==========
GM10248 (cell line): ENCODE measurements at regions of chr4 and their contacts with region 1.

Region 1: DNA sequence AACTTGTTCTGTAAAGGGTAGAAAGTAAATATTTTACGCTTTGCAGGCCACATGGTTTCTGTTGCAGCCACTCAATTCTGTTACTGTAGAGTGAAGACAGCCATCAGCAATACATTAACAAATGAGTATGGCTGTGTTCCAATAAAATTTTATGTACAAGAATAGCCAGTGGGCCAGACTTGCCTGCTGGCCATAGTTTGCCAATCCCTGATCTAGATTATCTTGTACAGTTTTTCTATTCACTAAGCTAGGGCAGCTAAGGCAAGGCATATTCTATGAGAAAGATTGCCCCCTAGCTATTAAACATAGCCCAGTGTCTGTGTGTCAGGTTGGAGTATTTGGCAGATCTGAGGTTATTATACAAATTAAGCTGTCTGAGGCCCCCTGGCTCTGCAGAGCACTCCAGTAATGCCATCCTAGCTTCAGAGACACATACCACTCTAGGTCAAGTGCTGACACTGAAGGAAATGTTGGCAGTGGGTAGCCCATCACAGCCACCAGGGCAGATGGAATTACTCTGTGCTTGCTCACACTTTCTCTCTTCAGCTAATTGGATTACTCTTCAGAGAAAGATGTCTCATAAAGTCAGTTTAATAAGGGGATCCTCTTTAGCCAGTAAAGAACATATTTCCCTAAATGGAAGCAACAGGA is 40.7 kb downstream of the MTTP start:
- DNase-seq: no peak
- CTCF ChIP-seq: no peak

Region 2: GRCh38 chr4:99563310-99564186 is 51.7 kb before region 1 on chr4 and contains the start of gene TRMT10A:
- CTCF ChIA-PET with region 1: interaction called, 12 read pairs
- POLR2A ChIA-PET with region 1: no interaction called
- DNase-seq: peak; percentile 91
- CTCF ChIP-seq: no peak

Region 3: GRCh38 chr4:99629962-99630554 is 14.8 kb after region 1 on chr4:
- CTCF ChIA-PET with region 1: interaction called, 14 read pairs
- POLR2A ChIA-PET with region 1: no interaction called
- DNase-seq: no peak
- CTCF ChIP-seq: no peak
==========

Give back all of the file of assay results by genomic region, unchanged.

GM10248 (cell line): ENCODE measurements at regions of chr4 and their contacts with region 1.

Region 1: DNA sequence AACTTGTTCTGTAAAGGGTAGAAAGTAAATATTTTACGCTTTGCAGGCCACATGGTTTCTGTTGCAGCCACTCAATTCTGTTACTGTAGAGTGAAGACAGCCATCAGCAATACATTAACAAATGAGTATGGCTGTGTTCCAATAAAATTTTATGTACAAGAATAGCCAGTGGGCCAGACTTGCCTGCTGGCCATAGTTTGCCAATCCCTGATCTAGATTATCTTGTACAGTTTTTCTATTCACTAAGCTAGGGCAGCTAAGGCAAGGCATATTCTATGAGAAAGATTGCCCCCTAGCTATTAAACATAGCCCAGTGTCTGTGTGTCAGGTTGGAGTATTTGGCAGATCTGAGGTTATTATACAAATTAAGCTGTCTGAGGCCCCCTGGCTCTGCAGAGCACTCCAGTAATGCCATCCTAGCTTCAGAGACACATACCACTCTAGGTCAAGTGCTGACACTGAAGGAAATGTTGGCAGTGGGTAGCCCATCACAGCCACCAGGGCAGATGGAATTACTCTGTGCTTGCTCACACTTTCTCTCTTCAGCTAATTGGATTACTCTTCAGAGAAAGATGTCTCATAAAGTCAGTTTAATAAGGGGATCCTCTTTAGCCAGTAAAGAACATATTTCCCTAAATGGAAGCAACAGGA is 40.7 kb downstream of the MTTP start:
- DNase-seq: no peak
- CTCF ChIP-seq: no peak

Region 2: GRCh38 chr4:99563310-99564186 is 51.7 kb before region 1 on chr4 and contains the start of gene TRMT10A:
- CTCF ChIA-PET with region 1: interaction called, 12 read pairs
- POLR2A ChIA-PET with region 1: no interaction called
- DNase-seq: peak; percentile 91
- CTCF ChIP-seq: no peak

Region 3: GRCh38 chr4:99629962-99630554 is 14.8 kb after region 1 on chr4:
- CTCF ChIA-PET with region 1: interaction called, 14 read pairs
- POLR2A ChIA-PET with region 1: no interaction called
- DNase-seq: no peak
- CTCF ChIP-seq: no peak